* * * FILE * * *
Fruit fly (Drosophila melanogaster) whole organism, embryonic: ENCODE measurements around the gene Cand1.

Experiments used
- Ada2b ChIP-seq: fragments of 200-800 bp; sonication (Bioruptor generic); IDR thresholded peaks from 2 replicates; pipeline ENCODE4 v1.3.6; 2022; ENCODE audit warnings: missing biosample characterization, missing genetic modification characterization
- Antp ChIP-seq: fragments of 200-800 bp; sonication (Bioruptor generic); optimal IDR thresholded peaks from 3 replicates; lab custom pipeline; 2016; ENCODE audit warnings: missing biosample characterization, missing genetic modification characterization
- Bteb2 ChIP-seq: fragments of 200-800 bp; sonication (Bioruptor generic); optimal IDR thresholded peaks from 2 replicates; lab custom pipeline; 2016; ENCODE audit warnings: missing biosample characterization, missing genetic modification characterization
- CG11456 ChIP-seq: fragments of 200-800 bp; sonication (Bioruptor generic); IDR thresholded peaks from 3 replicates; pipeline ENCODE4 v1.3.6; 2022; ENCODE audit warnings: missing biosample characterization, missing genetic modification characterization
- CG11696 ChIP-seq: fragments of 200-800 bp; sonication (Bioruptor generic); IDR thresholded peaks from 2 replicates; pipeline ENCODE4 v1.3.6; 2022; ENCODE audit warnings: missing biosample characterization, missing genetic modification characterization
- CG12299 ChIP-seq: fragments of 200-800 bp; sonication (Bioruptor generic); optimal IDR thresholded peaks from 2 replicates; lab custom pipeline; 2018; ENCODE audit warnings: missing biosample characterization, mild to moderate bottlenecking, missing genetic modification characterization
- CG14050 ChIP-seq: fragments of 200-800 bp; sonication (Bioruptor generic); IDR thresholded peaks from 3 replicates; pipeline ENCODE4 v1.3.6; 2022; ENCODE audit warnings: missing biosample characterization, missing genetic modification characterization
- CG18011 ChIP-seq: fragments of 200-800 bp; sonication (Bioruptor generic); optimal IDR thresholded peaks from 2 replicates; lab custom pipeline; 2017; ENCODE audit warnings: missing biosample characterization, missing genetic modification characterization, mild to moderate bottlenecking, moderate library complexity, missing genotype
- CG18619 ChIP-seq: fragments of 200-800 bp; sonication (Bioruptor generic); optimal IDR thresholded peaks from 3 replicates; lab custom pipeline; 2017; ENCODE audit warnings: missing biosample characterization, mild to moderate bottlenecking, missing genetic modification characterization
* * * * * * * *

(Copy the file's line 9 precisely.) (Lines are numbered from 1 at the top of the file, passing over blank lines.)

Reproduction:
- CG14050 ChIP-seq: fragments of 200-800 bp; sonication (Bioruptor generic); IDR thresholded peaks from 3 replicates; pipeline ENCODE4 v1.3.6; 2022; ENCODE audit warnings: missing biosample characterization, missing genetic modification characterization